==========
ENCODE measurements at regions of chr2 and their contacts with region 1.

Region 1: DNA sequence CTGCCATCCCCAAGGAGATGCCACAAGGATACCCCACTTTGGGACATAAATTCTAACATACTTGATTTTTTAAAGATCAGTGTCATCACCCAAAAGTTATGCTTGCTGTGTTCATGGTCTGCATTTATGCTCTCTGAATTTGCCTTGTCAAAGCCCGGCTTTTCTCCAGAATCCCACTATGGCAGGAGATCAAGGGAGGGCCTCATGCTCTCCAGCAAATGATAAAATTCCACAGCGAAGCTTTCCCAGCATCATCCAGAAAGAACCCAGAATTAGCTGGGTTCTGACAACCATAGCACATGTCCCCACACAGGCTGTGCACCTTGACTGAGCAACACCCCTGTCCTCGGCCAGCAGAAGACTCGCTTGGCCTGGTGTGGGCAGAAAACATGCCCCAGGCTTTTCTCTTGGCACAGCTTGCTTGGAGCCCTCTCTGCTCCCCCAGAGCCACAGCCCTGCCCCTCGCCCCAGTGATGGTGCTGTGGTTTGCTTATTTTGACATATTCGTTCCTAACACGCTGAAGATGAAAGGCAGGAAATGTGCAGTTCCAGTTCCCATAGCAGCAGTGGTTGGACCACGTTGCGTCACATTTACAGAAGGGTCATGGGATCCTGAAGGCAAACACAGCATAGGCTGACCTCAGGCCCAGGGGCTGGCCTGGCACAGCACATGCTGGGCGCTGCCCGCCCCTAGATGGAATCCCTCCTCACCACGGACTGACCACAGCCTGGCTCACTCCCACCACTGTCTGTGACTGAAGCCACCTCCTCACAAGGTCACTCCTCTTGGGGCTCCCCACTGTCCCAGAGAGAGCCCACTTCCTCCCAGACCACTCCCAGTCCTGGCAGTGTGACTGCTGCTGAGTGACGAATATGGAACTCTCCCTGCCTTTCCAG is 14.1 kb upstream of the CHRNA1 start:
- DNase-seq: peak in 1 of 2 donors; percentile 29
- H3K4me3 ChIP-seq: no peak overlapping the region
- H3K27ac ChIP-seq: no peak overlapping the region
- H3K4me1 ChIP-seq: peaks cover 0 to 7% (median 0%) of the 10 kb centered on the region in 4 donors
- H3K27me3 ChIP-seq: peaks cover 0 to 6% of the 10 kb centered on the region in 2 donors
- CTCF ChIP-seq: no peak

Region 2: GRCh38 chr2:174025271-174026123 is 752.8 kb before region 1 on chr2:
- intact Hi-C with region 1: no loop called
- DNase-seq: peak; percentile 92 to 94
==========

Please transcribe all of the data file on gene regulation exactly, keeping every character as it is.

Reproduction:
ENCODE measurements at regions of chr2 and their contacts with region 1.

Region 1: DNA sequence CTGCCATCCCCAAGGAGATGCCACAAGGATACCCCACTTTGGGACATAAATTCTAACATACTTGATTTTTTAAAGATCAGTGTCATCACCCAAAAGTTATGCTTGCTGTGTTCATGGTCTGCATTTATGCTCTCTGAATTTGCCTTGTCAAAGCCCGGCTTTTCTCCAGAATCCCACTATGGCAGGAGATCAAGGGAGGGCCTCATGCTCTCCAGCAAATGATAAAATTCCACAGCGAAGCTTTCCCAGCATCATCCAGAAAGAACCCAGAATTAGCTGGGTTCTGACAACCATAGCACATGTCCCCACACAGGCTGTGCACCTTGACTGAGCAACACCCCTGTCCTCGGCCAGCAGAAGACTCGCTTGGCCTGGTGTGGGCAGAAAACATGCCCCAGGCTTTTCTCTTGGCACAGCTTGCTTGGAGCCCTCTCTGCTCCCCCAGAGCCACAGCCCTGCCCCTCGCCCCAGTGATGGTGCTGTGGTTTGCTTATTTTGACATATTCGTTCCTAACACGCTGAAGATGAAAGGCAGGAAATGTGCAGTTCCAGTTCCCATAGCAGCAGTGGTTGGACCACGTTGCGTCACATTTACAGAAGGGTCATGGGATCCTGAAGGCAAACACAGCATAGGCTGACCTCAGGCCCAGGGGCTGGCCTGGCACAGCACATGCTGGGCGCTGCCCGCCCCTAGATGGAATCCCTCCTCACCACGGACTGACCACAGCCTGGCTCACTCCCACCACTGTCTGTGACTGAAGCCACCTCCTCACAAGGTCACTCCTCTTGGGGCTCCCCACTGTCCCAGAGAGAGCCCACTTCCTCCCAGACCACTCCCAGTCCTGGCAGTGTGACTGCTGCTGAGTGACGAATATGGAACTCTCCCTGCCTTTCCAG is 14.1 kb upstream of the CHRNA1 start:
- DNase-seq: peak in 1 of 2 donors; percentile 29
- H3K4me3 ChIP-seq: no peak overlapping the region
- H3K27ac ChIP-seq: no peak overlapping the region
- H3K4me1 ChIP-seq: peaks cover 0 to 7% (median 0%) of the 10 kb centered on the region in 4 donors
- H3K27me3 ChIP-seq: peaks cover 0 to 6% of the 10 kb centered on the region in 2 donors
- CTCF ChIP-seq: no peak

Region 2: GRCh38 chr2:174025271-174026123 is 752.8 kb before region 1 on chr2:
- intact Hi-C with region 1: no loop called
- DNase-seq: peak; percentile 92 to 94